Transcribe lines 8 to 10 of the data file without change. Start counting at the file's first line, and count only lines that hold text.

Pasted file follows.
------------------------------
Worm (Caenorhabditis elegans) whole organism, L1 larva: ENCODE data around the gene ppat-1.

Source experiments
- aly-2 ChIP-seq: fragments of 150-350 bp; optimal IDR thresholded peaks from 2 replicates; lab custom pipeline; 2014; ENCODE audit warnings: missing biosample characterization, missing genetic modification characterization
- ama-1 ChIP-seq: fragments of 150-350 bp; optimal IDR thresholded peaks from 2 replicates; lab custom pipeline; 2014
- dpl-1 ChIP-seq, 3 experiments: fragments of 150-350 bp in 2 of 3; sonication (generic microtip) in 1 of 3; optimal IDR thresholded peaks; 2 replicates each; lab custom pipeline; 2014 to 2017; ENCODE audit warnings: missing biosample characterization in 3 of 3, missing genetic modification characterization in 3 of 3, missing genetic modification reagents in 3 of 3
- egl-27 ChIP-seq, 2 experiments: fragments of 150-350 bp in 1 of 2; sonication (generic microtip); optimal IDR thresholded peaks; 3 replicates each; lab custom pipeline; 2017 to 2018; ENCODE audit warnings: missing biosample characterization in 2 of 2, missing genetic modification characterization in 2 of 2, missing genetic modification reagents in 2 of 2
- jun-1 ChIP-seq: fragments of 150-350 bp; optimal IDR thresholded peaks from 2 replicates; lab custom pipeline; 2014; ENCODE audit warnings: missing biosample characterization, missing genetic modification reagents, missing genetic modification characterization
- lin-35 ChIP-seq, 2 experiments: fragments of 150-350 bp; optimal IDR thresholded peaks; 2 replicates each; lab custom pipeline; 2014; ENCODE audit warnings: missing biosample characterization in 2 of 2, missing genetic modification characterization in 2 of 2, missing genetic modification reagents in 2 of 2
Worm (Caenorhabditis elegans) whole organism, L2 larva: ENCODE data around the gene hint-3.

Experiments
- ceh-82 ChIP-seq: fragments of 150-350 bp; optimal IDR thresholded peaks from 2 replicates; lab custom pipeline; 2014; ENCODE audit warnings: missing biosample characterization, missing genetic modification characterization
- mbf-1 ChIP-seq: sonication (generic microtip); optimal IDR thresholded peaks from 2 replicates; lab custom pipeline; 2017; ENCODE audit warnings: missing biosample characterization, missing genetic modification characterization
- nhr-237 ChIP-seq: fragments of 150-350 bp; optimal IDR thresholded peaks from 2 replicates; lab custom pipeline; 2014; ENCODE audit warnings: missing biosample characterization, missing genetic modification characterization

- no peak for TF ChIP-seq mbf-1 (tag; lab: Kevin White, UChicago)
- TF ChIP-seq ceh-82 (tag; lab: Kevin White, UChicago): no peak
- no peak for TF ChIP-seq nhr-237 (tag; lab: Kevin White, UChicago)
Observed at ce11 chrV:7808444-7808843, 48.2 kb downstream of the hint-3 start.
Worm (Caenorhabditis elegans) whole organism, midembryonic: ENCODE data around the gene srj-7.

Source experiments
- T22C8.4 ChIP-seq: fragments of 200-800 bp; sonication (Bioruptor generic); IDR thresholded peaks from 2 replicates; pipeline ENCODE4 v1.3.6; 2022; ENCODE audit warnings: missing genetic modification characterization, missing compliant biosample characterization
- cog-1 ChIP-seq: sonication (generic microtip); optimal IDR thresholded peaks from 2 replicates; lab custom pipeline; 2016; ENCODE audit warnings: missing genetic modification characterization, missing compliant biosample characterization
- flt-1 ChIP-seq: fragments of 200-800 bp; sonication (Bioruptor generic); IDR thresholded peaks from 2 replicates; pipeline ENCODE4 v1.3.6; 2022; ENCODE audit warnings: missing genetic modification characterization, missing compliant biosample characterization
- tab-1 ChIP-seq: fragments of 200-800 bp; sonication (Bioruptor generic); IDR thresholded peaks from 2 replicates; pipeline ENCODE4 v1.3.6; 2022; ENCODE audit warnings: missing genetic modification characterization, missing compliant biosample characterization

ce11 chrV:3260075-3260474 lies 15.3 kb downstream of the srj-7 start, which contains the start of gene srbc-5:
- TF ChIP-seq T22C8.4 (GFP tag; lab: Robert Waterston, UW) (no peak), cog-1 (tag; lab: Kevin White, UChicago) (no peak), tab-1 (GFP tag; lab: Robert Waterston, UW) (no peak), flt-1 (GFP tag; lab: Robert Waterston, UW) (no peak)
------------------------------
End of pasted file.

- lin-35 ChIP-seq, 2 experiments: fragments of 150-350 bp; optimal IDR thresholded peaks; 2 replicates each; lab custom pipeline; 2014; ENCODE audit warnings: missing biosample characterization in 2 of 2, missing genetic modification characterization in 2 of 2, missing genetic modification reagents in 2 of 2
Worm (Caenorhabditis elegans) whole organism, L2 larva: ENCODE data around the gene hint-3.

Experiments